The New Religious Affairs Regulation Came Into Force in 2018: What Exactly Happened?

The New Religious Affairs Regulation Came Into Force in 2018: What Exactly Happened?Some hoped that with the new religious law, which was finally signed on August 26, 2017, and came into force on February 1, 2018, there would have been less control over religion. In fact, things went from bad to worse.

by Massimo Introvigne

The new Religious Affairs Regulation, the main law on religion in China, was drafted between 2014 and 2016 by the State Administration for Religious Affairs (SARA). In 2016, SARA circulated a draft to leaders of state-approved religions, Chinese Communist Party (CCP) legal and religious experts, and various governmental offices. Having collected their feedbacks, a revised draft was sent to the State Council, which on September 7, 2016, published it and invited comments from the public. Some Christian leaders sent quite negative comments, but they were largely ignored. Worse, the final text is arguably even more restrictive than the draft. The State Council approved the final version on June 14, 2017. Premier Li Keqiang signed it into law on August 26, 2017, and it came into force on February 1, 2018. Detailed enforcement provisions should still be enacted. It has been announced that the management of religion should gradually pass from SARA to the United Front, but this has not yet happened.

Why did the CCP decide that it needed a new law on religion? Basically, this is a consequence of the ascent of Xi Jinping, who became general secretary of the CCP in 2012 and president of China in 2013. In previous weekly features of Bitter Winter, we have discussed what sociologist Fenggang Yang called the three markets of religion in China: the red market of government-controlled religions, the black market of the groups proscribed and persecuted as xie jiao (“heterodox teachings”), and the gray market of everything that is in the middle. The red market was revived after the Cultural Revolution, which had tried to eradicate religion altogether when Deng Xiaoping (1904–1997) concluded that religion was there to stay and coined the slogan of the “mutual adaptation between religion and socialism.”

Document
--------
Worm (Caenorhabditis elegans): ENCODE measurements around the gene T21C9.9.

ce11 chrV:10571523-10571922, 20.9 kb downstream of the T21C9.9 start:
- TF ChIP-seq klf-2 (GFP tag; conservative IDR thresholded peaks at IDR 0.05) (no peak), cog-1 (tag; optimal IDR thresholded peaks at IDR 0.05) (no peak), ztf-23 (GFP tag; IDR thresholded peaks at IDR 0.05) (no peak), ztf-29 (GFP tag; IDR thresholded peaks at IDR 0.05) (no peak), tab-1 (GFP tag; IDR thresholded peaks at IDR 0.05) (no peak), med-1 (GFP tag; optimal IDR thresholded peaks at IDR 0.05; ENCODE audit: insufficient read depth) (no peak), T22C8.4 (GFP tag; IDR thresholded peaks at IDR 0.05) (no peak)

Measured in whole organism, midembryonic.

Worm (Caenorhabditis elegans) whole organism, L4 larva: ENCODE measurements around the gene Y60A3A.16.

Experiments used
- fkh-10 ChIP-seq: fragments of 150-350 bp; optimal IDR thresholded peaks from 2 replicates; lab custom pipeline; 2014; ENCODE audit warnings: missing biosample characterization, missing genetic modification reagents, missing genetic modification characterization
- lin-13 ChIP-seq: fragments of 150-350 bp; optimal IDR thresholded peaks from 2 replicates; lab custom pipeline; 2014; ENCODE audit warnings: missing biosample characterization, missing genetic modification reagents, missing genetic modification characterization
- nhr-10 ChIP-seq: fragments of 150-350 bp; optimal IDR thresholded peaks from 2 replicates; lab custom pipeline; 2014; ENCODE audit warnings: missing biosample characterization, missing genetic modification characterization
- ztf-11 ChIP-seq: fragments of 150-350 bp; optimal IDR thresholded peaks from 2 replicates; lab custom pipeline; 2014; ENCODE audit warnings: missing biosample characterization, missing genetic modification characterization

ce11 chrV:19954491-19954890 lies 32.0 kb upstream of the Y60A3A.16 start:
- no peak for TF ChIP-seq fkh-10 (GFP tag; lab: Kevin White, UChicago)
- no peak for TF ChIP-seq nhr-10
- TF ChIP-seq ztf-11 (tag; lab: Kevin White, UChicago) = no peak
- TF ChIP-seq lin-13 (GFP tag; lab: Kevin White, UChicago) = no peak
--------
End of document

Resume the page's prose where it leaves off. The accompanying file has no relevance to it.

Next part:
Xi Jinping takes a very active interest in religion, and his approach is different from Deng. He sees religion as a problem of national security, and its solution to this problem is “sinicization,” defined as “the submission of religion to socialism and the CCP.” There is no “mutual adaptation” any longer. Only religion should adapt itself to the CCP rule. Xi is aware that a large part of the Chinese religious market would not adapt. His security approach calls for harsh suppression and persecution of all forms of religions that would prove not to be “soluble” into the CCP.

Xi Jinping is also quite secretive in its management of religion. It is believed that the key document outlining the new strategy is Document no. 16 of 2016, which is connected with a speech Xi gave at the National Conference on Work in Religion, held in April 2016. However, both Xi’s speech and Document no. 16 are classified and kept secret.

On the other hand, the new law on religion obviously implements Xi’s directives and Document no. 16, whose content may be inferred from the law itself. Voices that the new law would have actually relaxed the pressure on the gray market were circulated before 2016 in some Christian circles but were simple disinformation. In fact, the same Fenggang Yang has analyzed the new law by applying his theory of the three markets, and concluded that Xi’s aim is to destroy the gray market, particularly its segments including the Protestant house churches and the Buddhist and Taoist temples that exist outside the official red market national associations (the question of Islam is more complicated and should be discussed separately).

Yang explained that, when he proposed the theory of the three markets in 2006, he regarded the Protestant house churches as part of the black market. They were, after all, illegal. However, in 2012 Yang revised his theory and included the house churches in the gray market, since they were not persecuted as harshly as the xie jiao and were allowed at least a precarious existence. Now, with the new law, Yang believes that President Xi is trying to compel the house churches and the unregistered Buddhist and Taoist temples to make a choice: either they join the red market (which for the house churches means joining the government-controlled Three Self Church) or they will be pushed into the black market and persecuted as xie jiao. Yang believes that the Christian house churches will resist and Xi’s plan will fail. But that this is his plan, he has no doubt.